After Kim Kardashian tested positive for lupus antibodies on a recent episode of “Keeping Up With the Kardashians,” many are asking questions about the autoimmune disease.
The Lupus Foundation of America estimates that 1.5 million Americans have a form of lupus. Though lupus can affect anyone, 90 percent of people living with it are women.
“Lupus is a chronic autoimmune disease, and it has no cure,” explains Alok Patel, MD, a physician and medical contributor. “With the right treatment and lifestyle adjustments, patients can go into remission where they have little to no symptoms.”
According to Patel, “most people with lupus will start with very general or constitutional symptoms, which aren’t necessarily specific to lupus.” These include weight loss, muscle aches, fatigue and fever. “If lupus progresses, people can then get organ-specific symptoms, like chest pain, shortness of breath, headaches, confusion, and skin lesions that worsen with the sun.”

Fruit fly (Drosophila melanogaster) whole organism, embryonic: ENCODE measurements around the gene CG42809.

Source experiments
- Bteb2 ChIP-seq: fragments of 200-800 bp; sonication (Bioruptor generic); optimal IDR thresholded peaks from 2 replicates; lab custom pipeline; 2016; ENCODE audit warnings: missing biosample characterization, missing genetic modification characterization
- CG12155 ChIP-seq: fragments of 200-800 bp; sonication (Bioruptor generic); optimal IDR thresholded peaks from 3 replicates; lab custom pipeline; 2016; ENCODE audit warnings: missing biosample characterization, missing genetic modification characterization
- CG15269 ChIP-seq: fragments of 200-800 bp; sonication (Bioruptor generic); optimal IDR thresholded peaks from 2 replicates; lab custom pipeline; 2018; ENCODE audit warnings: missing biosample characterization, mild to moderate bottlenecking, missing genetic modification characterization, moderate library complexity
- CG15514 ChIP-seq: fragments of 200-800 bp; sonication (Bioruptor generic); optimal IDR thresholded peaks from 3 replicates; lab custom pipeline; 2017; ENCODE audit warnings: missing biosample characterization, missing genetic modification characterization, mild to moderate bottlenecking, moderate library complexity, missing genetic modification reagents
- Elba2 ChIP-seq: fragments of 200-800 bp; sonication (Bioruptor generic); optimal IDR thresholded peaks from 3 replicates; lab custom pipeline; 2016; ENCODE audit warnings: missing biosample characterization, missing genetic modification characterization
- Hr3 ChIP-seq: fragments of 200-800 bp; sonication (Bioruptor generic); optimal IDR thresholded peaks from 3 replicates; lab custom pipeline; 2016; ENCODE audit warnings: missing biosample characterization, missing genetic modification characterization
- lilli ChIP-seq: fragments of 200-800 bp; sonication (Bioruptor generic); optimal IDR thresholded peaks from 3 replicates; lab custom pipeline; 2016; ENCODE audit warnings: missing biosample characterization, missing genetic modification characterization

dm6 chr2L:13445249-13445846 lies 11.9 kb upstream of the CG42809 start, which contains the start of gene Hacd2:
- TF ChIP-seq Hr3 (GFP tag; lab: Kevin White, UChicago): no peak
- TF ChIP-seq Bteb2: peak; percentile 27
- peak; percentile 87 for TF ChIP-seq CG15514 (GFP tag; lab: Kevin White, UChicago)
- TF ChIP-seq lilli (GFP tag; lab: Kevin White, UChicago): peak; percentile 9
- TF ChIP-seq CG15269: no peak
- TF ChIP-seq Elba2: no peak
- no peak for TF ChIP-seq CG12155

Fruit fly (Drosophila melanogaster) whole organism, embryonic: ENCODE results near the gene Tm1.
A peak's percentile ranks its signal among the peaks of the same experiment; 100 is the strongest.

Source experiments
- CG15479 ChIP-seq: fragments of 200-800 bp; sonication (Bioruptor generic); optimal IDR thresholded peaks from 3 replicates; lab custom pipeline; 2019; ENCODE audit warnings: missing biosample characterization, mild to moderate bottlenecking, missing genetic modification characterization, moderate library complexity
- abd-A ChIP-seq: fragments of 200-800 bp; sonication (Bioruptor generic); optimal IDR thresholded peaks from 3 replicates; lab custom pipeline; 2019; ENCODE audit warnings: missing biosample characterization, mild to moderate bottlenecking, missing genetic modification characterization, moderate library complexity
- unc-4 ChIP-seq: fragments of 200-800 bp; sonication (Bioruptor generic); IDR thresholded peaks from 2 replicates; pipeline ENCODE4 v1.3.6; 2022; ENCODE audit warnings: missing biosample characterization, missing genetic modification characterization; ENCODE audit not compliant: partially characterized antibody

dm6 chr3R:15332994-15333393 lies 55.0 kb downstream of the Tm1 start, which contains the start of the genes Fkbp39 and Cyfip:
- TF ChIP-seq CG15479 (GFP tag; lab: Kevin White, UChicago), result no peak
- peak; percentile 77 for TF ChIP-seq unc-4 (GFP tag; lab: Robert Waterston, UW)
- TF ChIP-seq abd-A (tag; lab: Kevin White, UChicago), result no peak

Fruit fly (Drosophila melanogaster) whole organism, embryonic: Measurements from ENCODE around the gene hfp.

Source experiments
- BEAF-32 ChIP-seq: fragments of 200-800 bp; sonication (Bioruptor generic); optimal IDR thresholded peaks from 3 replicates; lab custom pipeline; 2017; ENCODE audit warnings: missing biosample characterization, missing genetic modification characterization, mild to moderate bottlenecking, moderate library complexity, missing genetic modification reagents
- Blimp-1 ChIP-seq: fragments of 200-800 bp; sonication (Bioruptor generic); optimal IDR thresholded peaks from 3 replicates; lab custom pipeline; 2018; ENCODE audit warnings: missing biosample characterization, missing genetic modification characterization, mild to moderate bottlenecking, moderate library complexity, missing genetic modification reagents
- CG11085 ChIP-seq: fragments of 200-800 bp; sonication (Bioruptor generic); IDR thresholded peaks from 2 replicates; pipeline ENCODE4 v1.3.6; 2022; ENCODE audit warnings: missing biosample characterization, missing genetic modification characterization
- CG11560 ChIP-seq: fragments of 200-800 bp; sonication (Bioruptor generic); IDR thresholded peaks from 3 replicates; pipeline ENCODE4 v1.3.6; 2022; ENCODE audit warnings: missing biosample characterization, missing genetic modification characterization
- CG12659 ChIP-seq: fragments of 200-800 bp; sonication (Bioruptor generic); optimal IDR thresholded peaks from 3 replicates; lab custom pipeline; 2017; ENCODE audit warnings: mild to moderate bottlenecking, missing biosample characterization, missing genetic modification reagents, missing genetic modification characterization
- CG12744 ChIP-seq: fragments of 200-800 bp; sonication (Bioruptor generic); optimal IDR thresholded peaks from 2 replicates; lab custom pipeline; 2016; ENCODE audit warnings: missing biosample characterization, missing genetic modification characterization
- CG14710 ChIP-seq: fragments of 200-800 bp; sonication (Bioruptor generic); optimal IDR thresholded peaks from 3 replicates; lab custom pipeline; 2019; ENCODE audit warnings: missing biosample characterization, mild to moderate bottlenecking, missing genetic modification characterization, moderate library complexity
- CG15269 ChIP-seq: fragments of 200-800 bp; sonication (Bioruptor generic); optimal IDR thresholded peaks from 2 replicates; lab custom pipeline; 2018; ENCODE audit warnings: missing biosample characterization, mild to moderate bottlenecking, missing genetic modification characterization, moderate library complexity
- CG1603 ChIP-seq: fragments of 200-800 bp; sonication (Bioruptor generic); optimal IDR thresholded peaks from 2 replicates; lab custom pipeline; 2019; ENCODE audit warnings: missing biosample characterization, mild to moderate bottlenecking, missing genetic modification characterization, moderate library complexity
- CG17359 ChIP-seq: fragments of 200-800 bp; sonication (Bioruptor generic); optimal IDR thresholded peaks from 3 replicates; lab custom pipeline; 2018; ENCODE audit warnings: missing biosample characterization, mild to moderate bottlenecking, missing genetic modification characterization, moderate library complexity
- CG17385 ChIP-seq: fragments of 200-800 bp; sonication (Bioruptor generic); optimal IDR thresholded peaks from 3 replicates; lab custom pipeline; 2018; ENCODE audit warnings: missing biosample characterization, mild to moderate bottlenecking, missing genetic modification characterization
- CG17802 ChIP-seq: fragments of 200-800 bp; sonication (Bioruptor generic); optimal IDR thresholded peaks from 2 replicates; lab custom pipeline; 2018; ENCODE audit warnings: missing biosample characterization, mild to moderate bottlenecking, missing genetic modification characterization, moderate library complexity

If you’re concerned about lupus, talk to your doctor since symptoms can be “puzzling,” says Patel. “Lupus is really hard to diagnose,” he says, “and can be missed because the symptoms vary from person-to-person.”
He adds: “With the right medical care and lifestyle adjustments, people with lupus can still live a long and healthy lifestyle. It’s not the early death sentence it used to be. There is hope.”
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